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What books would you want with you on a deserted island?

Reading a book at the beach

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Elizabeth Scalia - published on 11/18/15

20 top Catholic writers answer the an age-old question. Can you guess which writers chose which books?

There are times in life when the world presents so many hard headlines, and so many complex issues, that it feels good to ask an easy question, and get an easy answer. Sometimes, though, even the easy questions become a little knotty, because multi-faceted human beings like to play with simple things. We asked an age-old question of a number of Catholic writers (and one monastic “jack-of-all-trades” who sometimes writes):

If you were stuck on a desert island, what book (besides the Bible) would you want to have with you, and why?

Below are their answers. And because humans do like to make things more complicated than they need to be, we’ve turned this into a quiz. See if you can determine which writer answered with what book—the brief bios besides their names may or may not be clues.

1) I’d take The Sign of Jonah by Thomas Merton. I’m not sure why I like it so much. Maybe it’s because it was written a few years after The Seven Storey Mountain, when some of his starry-eyed idealism about religious life has worn off. Maybe it’s because he’s so good at capturing the ups and downs of the spiritual life. Or maybe it’s because he’s such a great writer. In any event, it’s my favorite of all of his (many) books.
A) Peggy Noonan, author, The Time of Our Lives
B) Deacon Greg Kandra, Homilist
C) Fr. James Martin, SJ, author, The Abbey

2) Are you asking for desert island reading because it’s getting cold? I’d probably read something by Fr. Timothy Gallagher or Fr. Thomas Dubay, to coach me in discerning the spirits even if the sun gets to my head.
A) Kathryn Jean Lopez, author, How to Defend the Faith Without Raising Your Voice
B) Sheila Liaugminas, radio show host and author, Non-Negotiable: Essential Principles of a Just Society and Humane Culture
C) Lisa Hendey, author, The Secret of the Shamrock (Chime Travelers)

3) I guess How to Survive on a Desert Island would be a cliché answer? How about Athanasius’ Life of St. Antony the Great (would seem an appropriate resource; if I can’t be a desert father, I might as well be a desert-island father).
A) Father Steve Grunow, CEO, Word on Fire Ministries
B) John Thavis, author, The Vatican Prophecies: Investigating Supernatural Signs, Apparitions, and Miracles in the Modern Age
C) Sr. Judith Miryam Boneski, OP, of soap making nuns, Dominican Monastery of Our Lady of the Rosary

4) Contemplating this question seemingly as early as adolescence or teenage years, I first and always thought I’d want a pen and paper and lots of books. I think the Summa Theologica would be most valuable. For starters. But that implies I’d have a lot of time. Given the possibility of shortened time, I’d want Dr. Peter Kreeft’s Summa of the Summa, or A Shorter Summa if a shorter time. Augustine’s Confessions is a must. So is Teresa of Avila’s Interior Castle. And each of these because the time would best be spent striving to understand human and divine will, what I had done wrong and repent of it, and to know, love and serve God, and hopefully prepare for union with Him. If the provisions also allowed for Chesterton’s The Everlasting Man (given longer time there) or Orthodoxy (if shorter duration), that would be much appreciated.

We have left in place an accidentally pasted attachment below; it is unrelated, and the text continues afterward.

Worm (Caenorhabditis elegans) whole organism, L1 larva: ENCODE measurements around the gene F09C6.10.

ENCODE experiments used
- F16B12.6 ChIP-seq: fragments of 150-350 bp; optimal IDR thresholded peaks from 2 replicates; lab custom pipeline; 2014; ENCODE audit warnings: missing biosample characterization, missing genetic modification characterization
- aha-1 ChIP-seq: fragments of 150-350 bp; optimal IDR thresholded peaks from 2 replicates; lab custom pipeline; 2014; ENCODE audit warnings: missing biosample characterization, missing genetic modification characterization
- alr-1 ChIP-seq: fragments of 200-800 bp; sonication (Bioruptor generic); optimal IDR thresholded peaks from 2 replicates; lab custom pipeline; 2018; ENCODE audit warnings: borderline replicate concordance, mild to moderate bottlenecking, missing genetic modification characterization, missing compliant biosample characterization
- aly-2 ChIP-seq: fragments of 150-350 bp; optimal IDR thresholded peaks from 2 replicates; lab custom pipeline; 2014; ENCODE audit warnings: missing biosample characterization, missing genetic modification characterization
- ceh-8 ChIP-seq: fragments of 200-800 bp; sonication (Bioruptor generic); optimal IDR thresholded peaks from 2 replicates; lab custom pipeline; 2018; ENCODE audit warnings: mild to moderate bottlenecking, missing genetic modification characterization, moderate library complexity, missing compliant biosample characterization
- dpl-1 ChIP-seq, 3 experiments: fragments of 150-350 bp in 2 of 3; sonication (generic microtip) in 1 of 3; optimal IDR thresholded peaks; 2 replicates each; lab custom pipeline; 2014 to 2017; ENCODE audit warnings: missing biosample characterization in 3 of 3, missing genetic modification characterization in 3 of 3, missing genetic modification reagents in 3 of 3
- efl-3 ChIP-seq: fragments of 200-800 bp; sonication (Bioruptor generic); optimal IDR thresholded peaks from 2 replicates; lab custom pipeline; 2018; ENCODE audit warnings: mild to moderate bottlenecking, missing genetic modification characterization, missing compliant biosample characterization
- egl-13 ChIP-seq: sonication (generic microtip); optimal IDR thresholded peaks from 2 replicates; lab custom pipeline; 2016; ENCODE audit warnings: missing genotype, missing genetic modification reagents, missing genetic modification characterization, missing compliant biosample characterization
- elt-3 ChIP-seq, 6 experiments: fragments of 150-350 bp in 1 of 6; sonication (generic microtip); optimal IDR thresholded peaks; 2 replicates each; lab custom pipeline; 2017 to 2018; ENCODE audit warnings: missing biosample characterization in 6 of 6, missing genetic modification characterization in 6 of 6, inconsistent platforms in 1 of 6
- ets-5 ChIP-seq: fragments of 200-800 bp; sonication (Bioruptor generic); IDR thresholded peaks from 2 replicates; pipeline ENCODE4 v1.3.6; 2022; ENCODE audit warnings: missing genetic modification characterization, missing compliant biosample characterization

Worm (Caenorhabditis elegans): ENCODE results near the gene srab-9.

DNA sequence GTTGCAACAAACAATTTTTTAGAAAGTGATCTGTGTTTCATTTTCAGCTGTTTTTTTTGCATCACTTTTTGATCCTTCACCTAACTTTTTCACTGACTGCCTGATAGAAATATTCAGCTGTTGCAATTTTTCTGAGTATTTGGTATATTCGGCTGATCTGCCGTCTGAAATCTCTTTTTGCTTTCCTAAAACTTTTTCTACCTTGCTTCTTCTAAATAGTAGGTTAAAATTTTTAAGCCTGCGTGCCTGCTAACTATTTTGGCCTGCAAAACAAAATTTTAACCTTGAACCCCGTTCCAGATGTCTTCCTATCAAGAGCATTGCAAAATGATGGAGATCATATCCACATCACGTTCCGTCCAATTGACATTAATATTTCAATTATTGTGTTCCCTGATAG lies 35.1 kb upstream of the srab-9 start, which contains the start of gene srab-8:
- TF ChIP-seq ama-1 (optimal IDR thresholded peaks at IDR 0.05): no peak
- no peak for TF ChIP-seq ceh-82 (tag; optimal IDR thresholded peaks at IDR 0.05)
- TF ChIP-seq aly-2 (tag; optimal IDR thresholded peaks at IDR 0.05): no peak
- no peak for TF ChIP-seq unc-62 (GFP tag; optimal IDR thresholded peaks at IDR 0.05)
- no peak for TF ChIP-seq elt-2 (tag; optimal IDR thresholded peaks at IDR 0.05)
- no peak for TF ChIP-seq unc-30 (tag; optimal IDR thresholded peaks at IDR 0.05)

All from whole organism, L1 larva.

A) Austen Ivereigh, author, The Great Reformer: Francis and the Making of a Radical Pope
B) Sheila Liaugminas, radio show host and author, A Closer Look
D) Matthew Schmitz, deputy editor, First Things

5) I do feel a bit hesitant in revealing my choice since it is not a spiritual classic or theological tome but a collection of mysteries, none other than G. K. Chesterton’s The Complete Father Brown Stories. Through his humble priest detective, Chesterton offers insights into human nature, which are both theologically profound and homey. And, all this is presented in lush language, with rich cinematic descriptions, which draw one into the story. Behind the mystery to be solved, Fr. Brown is always conscious and respectful of the more important mystery of the human person in all his/her complexity. In fact, in one of the stories when he is pressed to share his “method of detection,” he calls his method of detection a “religious exercise.” Come to think of it, there have been times when my reading of the book feels exactly like that!
A) Mary DeTurris Poust, author, Walking Together: Discovering the Catholic Tradition of Spiritual Friendship
B) Bishop Christopher Coyne, Bishop of Burlington, Vermont
C) Sr. Judith Miryam Boneski, OP, Infirmarian, Summit Dominicans Monastery